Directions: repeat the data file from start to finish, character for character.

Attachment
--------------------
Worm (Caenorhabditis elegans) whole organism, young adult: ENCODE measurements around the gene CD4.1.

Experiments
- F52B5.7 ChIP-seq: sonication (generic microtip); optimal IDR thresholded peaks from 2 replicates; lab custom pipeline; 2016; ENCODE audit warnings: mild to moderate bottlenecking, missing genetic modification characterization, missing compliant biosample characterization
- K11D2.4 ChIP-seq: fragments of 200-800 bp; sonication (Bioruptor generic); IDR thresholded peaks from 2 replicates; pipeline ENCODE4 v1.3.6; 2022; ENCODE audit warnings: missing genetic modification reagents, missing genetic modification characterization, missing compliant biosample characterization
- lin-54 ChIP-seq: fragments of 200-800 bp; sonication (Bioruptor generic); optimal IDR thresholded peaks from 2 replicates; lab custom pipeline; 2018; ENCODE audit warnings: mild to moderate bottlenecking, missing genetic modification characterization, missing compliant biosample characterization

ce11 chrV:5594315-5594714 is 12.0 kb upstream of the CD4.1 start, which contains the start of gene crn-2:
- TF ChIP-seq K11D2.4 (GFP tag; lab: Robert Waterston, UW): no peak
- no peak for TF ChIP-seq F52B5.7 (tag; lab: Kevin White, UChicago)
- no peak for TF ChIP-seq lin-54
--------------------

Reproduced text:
Worm (Caenorhabditis elegans) whole organism, young adult: ENCODE measurements around the gene CD4.1.

Experiments
- F52B5.7 ChIP-seq: sonication (generic microtip); optimal IDR thresholded peaks from 2 replicates; lab custom pipeline; 2016; ENCODE audit warnings: mild to moderate bottlenecking, missing genetic modification characterization, missing compliant biosample characterization
- K11D2.4 ChIP-seq: fragments of 200-800 bp; sonication (Bioruptor generic); IDR thresholded peaks from 2 replicates; pipeline ENCODE4 v1.3.6; 2022; ENCODE audit warnings: missing genetic modification reagents, missing genetic modification characterization, missing compliant biosample characterization
- lin-54 ChIP-seq: fragments of 200-800 bp; sonication (Bioruptor generic); optimal IDR thresholded peaks from 2 replicates; lab custom pipeline; 2018; ENCODE audit warnings: mild to moderate bottlenecking, missing genetic modification characterization, missing compliant biosample characterization

ce11 chrV:5594315-5594714 is 12.0 kb upstream of the CD4.1 start, which contains the start of gene crn-2:
- TF ChIP-seq K11D2.4 (GFP tag; lab: Robert Waterston, UW): no peak
- no peak for TF ChIP-seq F52B5.7 (tag; lab: Kevin White, UChicago)
- no peak for TF ChIP-seq lin-54